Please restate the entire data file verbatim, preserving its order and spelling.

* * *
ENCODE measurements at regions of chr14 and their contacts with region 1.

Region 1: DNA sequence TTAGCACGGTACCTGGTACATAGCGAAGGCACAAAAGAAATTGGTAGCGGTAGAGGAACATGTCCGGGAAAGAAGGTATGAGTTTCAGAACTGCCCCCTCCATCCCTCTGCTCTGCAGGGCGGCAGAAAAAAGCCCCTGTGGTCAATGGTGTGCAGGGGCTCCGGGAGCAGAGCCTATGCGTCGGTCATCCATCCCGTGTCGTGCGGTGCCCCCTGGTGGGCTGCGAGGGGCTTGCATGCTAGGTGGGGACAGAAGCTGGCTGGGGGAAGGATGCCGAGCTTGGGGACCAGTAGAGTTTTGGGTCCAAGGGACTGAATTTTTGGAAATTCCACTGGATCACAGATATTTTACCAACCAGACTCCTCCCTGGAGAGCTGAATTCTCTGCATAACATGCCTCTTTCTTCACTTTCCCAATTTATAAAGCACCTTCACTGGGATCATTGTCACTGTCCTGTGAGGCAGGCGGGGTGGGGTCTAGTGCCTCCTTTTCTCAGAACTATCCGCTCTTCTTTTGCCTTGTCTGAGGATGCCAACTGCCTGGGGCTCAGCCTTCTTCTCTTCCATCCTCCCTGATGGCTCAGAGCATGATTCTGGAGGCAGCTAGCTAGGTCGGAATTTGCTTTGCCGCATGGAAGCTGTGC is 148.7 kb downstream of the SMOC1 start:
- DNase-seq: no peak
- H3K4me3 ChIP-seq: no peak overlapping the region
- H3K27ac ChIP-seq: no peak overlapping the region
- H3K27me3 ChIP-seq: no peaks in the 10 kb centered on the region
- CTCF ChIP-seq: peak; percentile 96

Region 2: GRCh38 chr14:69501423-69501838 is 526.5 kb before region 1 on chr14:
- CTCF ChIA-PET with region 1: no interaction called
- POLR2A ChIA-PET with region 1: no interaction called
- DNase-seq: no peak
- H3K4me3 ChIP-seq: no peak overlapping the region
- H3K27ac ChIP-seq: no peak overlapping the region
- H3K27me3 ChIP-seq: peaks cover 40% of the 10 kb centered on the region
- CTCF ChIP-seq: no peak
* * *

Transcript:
ENCODE measurements at regions of chr14 and their contacts with region 1.

Region 1: DNA sequence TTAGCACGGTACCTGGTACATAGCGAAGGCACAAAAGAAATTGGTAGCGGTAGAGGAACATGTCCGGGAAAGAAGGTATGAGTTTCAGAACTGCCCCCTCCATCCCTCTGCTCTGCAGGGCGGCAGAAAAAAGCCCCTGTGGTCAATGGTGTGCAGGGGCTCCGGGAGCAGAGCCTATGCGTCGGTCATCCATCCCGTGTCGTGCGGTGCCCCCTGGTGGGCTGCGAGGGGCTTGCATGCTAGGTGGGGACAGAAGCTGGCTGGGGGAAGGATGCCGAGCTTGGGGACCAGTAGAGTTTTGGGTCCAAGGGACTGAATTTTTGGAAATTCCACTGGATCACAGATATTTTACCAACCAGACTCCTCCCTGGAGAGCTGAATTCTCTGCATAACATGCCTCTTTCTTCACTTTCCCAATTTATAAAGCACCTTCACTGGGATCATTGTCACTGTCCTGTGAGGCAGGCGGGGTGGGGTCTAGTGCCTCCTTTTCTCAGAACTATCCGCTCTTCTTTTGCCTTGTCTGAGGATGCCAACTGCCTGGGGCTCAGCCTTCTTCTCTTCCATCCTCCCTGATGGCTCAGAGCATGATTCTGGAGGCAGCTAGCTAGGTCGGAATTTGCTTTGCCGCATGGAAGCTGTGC is 148.7 kb downstream of the SMOC1 start:
- DNase-seq: no peak
- H3K4me3 ChIP-seq: no peak overlapping the region
- H3K27ac ChIP-seq: no peak overlapping the region
- H3K27me3 ChIP-seq: no peaks in the 10 kb centered on the region
- CTCF ChIP-seq: peak; percentile 96

Region 2: GRCh38 chr14:69501423-69501838 is 526.5 kb before region 1 on chr14:
- CTCF ChIA-PET with region 1: no interaction called
- POLR2A ChIA-PET with region 1: no interaction called
- DNase-seq: no peak
- H3K4me3 ChIP-seq: no peak overlapping the region
- H3K27ac ChIP-seq: no peak overlapping the region
- H3K27me3 ChIP-seq: peaks cover 40% of the 10 kb centered on the region
- CTCF ChIP-seq: no peak